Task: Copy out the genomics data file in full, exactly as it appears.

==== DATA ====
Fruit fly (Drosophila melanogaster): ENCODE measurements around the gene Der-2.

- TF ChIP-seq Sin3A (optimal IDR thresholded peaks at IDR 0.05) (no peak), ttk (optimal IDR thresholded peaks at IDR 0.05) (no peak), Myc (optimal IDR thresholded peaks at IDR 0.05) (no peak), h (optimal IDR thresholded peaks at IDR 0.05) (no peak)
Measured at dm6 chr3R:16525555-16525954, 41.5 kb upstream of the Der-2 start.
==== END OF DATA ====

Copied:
Fruit fly (Drosophila melanogaster): ENCODE measurements around the gene Der-2.

- TF ChIP-seq Sin3A (optimal IDR thresholded peaks at IDR 0.05) (no peak), ttk (optimal IDR thresholded peaks at IDR 0.05) (no peak), Myc (optimal IDR thresholded peaks at IDR 0.05) (no peak), h (optimal IDR thresholded peaks at IDR 0.05) (no peak)
Measured at dm6 chr3R:16525555-16525954, 41.5 kb upstream of the Der-2 start.